The clear solution, if you can afford it, is to outsource those tasks to others. This is where this issue hits one of its toughest hurdles. Most of the people filling these roles are other women, especially women of colour, who – I think any feminist would agree – deserve all the same opportunities for empowerment and emancipation as the woman whose house she’s now cleaning. In order for wealthier women to go out to work, someone has to find the time to perform the tasks they were doing at home and if it’s not her, it’s statistically likely to be another woman. Once a family becomes wealthy enough, it doesn’t make sense for two likely overstretched partners to come home and start on their home responsibilities when they can easily get someone else to do it. Regardless of how much you pay that domestic worker and how much you treat them with respect, we can’t avoid the uncomfortable issue that for some women to go to work, other women must fill the role they were previously occupying in terms of home and childcare. It feels awkward to admit that the visions I have of my future career involve someone else working to take care of my future children while I go out and follow my dreams during the day. What about her? What about her dreams? But then again, what about me? If I want to work and my partner wants to work and someone else will take that job, then what’s the solution?

No one talks about shattering the glass ceiling for those women. In fact, whichever women do end up breaking that fabled glass ceiling are probably going to let a lot of shards fall down on the rest of womankind, whether deliberately or not. There’s a lot of emphasis on how many women sit on executive boards and take home six-figure pay packets to match their male colleagues’, but not enough questions about whether the entry-level administrative assistants are living paycheck to paycheck. The obsession with elevating a few women to the top of the corporate pyramid plays right into the hands of capitalism rather than exemplifying the truest aims of feminism.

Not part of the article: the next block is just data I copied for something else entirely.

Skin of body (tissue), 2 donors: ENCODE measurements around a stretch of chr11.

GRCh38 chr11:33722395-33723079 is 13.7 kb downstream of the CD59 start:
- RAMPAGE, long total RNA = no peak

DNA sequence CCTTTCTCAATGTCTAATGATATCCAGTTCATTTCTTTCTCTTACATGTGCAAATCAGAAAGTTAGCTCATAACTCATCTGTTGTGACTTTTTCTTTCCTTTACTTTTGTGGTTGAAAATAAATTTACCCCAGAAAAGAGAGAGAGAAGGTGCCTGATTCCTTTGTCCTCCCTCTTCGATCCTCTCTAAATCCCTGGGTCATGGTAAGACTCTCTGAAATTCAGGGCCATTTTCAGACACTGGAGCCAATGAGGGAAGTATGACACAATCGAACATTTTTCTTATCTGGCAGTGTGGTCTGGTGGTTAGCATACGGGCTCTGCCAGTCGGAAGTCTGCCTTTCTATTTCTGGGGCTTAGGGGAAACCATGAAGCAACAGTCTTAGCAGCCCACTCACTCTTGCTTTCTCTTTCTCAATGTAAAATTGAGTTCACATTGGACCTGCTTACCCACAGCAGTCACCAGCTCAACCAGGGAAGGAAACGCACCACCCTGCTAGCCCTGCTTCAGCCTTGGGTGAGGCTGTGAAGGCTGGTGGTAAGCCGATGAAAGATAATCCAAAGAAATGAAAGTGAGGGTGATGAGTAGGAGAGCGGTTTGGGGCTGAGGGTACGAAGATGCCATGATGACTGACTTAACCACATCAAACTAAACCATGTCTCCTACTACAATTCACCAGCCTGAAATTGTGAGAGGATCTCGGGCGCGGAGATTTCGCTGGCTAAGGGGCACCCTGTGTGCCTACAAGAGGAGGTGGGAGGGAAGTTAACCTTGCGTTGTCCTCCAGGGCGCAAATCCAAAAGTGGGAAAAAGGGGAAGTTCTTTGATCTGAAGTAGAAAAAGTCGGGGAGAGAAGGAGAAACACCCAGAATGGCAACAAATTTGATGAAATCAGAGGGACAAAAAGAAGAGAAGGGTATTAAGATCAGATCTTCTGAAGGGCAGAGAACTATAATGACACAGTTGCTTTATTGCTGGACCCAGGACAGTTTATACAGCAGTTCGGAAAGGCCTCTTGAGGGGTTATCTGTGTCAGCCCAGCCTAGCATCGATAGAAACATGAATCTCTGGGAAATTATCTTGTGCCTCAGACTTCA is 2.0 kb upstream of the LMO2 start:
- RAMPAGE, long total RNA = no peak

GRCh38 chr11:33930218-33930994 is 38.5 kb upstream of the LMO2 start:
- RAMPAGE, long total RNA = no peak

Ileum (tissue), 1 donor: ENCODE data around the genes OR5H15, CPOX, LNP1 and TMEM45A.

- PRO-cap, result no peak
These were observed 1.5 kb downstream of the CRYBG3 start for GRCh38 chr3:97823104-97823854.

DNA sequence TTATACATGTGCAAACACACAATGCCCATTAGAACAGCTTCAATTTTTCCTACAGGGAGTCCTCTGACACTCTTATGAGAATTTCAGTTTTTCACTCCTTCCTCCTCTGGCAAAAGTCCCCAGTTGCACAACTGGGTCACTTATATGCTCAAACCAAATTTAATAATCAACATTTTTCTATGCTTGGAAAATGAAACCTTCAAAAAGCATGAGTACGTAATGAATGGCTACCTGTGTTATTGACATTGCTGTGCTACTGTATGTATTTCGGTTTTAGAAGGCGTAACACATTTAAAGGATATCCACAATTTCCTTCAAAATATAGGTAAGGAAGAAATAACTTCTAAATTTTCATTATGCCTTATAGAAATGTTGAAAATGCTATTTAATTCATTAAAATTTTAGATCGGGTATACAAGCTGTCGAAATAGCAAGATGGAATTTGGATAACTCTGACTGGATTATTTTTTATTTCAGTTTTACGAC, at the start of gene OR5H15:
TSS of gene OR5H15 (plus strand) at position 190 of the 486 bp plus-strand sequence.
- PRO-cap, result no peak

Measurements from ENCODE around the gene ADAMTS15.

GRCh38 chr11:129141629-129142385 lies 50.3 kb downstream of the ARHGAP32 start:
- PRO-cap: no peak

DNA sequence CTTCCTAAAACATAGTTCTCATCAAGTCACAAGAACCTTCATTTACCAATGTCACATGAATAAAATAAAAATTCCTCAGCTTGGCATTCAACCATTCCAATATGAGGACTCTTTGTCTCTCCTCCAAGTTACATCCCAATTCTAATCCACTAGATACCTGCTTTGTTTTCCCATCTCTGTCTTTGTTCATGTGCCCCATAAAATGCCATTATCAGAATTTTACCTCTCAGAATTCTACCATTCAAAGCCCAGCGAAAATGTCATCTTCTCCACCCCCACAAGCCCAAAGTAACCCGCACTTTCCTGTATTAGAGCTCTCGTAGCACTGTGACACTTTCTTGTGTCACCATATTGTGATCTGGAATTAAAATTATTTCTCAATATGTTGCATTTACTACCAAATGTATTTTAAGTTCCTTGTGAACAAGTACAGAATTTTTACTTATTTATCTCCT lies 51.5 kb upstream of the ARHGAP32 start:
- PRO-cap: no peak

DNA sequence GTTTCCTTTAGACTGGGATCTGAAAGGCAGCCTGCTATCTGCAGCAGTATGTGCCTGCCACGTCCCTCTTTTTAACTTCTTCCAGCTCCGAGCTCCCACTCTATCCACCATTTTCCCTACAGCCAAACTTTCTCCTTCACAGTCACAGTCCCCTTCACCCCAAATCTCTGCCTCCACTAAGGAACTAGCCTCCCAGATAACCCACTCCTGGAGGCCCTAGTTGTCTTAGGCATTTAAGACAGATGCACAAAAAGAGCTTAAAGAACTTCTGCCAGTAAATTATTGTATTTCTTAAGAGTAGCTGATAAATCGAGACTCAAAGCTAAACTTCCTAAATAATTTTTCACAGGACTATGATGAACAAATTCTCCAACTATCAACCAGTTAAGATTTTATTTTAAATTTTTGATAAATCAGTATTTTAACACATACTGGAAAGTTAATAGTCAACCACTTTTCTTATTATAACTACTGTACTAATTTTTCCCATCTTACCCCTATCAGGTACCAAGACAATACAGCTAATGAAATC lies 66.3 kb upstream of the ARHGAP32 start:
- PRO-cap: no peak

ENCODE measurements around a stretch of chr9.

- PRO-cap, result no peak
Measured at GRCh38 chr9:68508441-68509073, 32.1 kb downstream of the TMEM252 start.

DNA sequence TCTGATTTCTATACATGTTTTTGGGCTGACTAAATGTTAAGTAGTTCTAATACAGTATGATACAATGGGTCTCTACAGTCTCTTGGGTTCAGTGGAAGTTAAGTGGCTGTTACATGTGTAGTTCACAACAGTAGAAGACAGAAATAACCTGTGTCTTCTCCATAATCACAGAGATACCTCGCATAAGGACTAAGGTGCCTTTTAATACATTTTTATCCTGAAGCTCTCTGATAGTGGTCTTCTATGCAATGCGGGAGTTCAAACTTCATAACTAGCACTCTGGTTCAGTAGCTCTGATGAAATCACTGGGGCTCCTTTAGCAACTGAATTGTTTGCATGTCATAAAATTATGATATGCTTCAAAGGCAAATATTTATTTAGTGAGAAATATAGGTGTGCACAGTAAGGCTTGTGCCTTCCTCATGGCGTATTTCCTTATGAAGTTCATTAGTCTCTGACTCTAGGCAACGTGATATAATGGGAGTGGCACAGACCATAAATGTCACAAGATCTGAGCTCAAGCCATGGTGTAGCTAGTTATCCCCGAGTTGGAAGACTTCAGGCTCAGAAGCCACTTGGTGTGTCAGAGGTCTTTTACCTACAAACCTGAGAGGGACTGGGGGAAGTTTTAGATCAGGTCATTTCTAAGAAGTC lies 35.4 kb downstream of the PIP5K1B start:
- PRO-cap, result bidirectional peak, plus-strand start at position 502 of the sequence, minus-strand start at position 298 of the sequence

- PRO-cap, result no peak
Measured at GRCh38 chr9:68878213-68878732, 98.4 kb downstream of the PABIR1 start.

Of course, this is not a new consideration for all women. The idea that it’s only since the 1950s that women have been trying to break into the workplace is limited to middle-class women who would previously have been supported by their partner’s wage. Less well-off women have always had to work alongside their spouses, if they weren’t a single parent supporting a family all by themselves. While not being able or allowed to work will still have been an oppressive force for the women staying at home despite their other aspirations, it was a financial privilege even then to not have both partners working. We’re talking about the kind of jobs that bring long-term personal fulfillment, career growth and some kind of social recognition. Having it all does not mean merely having a job and a child, it means having a corporate career and 2.4 kids and a husband, and, if you’re lucky, the money to employ someone else to worry about doing the laundry and making the lunches. As with many issues of social inequality, this arrangement only works for the winners, and the thought of not being a winner is so terrifying that trying to win seems like the only option. But as a few women drink champagne and buy t-shirts with ‘feminist’ printed on them (made by women who the fashion industry sees as cheap and disposable labour) the rest remain held back and tamped down by the gender roles, wage gaps and violence that disproportionally affect poor women, single mothers, women of colour, queer women and anyone who isn’t white, wealthy and straight. Good intentions still leave people behind.